Usually I see projectors that project random stars and we wanted constellations, or I see DIY instructions that involve removing the mirrors from flashlights and that kind of thing. This Planetarium shows you what the constellations look like at different times of the year so I was excited to try it out.
However, this kit is not for everyone.
|At the ArTec Website|
Long story short, it says 8+ for a reason! More like 30+ if you are not used to putting things like this together. Expect this project to take at least an hour to build. "We" used a hot glue gun to reinforce the double-sided tape that came with the kit. We did not even attempt the school glue because I hate that kind of glue. The tubular part of the projector was the most challenging.
On the other hand, the "craft" part is one of the things that I find appealing. Talk about developing motor skills!
I LOVE that this thing is not a hunk of plastic that you just switch on. My oldest was very excited about wiring up the battery compartment (!!!) and the lightbulb. When you wire something like that yourself, it's even more magical when it works! I've looked into designing our own electronic experiments without a kit like this and my brain imploded. The downside is that the final product is more delicate than a pre-made product.
We also LOVE that each constellation is numbered and there is a corresponding list in the instructions. We'll be having fun looking up each constellation to expand this topic.
You also use a push pin, not included, or a safety pin like we did to punch all the holes in the constellations. This was oddly satisfying for us both.
So, this may not be the best kit to start with if your child is still developing fine-motor and instruction-reading skills.
Shipping is expensive on their website. Some of these kits are also available at regular stores at a slightly higher price, which is much less than you'd pay for shipping. There are many kits available on amazon as well like this obstacle-avoiding robot (not to mention The Robot Book which we like for DIY projects) and these constellation playing cards... aaahhh! Excuse me while I go add to the childrens' wishlist!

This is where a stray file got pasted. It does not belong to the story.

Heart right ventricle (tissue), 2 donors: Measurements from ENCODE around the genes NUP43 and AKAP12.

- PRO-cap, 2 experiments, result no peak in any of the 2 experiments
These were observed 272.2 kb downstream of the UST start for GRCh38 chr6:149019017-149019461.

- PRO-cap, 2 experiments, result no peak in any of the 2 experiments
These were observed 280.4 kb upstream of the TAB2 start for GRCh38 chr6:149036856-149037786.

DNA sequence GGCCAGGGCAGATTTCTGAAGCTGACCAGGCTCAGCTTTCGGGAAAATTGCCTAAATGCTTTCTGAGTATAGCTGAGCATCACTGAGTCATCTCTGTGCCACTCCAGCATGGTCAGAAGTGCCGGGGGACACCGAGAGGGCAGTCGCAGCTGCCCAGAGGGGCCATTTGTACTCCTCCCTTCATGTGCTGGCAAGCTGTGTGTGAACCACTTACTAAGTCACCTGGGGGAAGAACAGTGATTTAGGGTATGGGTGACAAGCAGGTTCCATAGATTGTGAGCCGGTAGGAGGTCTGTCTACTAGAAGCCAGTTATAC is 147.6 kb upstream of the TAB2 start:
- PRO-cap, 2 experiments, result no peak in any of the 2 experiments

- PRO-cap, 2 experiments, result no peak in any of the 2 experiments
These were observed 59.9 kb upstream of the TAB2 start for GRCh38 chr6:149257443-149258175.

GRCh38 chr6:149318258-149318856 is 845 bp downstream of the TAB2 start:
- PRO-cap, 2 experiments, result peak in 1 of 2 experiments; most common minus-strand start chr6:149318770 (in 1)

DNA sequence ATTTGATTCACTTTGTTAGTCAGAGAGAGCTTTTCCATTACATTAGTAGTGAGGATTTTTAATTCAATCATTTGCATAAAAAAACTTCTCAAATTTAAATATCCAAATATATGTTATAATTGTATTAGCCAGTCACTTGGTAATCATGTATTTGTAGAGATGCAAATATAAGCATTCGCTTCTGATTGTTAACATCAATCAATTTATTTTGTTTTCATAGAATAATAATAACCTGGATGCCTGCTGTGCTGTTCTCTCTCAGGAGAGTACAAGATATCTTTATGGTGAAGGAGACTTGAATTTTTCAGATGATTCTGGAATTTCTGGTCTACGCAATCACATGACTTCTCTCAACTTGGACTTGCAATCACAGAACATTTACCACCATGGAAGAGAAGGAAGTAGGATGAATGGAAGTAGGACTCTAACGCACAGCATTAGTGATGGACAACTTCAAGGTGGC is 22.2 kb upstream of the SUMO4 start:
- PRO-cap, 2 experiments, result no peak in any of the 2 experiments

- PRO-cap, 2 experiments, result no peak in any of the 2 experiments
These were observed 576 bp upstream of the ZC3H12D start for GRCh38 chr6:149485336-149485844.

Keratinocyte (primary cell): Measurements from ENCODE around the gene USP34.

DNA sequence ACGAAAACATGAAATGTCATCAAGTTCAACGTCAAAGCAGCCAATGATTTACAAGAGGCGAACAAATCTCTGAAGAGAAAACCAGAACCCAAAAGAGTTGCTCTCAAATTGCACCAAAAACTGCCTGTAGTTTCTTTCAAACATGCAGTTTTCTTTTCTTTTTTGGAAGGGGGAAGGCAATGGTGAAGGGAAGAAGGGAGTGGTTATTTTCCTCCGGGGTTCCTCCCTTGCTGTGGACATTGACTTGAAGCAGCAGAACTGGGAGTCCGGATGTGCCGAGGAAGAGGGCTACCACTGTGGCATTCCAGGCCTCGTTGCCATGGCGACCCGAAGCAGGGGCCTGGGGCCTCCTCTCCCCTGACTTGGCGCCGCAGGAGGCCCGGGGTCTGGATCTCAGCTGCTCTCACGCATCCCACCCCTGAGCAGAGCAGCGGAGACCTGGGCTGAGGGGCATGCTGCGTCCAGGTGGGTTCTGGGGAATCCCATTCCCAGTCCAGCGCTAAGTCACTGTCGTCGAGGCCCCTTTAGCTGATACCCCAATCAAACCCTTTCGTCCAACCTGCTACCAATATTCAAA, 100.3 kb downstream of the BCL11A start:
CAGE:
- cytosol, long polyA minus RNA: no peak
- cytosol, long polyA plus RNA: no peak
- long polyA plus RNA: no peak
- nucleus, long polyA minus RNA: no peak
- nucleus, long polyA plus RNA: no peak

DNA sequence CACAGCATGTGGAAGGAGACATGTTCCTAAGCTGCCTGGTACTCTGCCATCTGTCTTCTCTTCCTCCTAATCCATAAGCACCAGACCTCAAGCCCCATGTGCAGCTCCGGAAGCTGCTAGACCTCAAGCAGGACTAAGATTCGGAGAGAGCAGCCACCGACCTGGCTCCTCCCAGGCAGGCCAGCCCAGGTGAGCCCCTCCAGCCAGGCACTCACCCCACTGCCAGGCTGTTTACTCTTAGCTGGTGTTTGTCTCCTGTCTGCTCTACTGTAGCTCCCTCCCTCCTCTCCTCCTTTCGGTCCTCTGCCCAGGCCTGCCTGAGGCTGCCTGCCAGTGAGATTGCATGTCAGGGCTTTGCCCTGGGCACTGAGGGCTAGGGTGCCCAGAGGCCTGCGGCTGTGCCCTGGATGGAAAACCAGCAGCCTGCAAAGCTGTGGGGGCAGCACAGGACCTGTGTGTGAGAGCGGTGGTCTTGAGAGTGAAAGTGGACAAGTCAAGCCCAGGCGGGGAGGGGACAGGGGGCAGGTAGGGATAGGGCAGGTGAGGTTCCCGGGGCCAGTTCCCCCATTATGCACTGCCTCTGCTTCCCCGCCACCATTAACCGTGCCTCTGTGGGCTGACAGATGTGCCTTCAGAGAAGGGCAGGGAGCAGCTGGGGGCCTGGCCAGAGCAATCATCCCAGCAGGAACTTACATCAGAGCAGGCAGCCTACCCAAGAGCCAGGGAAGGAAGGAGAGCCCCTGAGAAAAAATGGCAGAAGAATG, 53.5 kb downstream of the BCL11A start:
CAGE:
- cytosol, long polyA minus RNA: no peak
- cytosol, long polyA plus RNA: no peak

We checked out some neat books, including Find the Constellations by H. A. Rey. My kids love Curious George and this book is a higher reading level which is perfect for my seven-year-old. This book is very thorough.
Our other favorite was Glow-in-the-Dark Constellations by C. E. Thompson. This one is a field guide, so it's wonderfully concise while still packing in a lot of information about what constellations to look for in different seasons.
Now we're printing out constellation dot-to-dots from Almost Unschoolers where you can find more book recommendations as well. Dustbunny.com has a good overview of the basic constellations. Enchanted Learning has more constellation dot-to-dots although you do have to be a member. With the books we have, I think I'll make a few of our own dot-to-dots. When we went to the science museum's Astronomy Days, they had a neat activity where they taped illustrations of the constellations to the inside of a tent's roof, then sent us in to identify/match the constellation handed to us.
Then there's this easy paper telescope craft with printable constellation cards - no flashlights necessary.
Constellations are so much fun!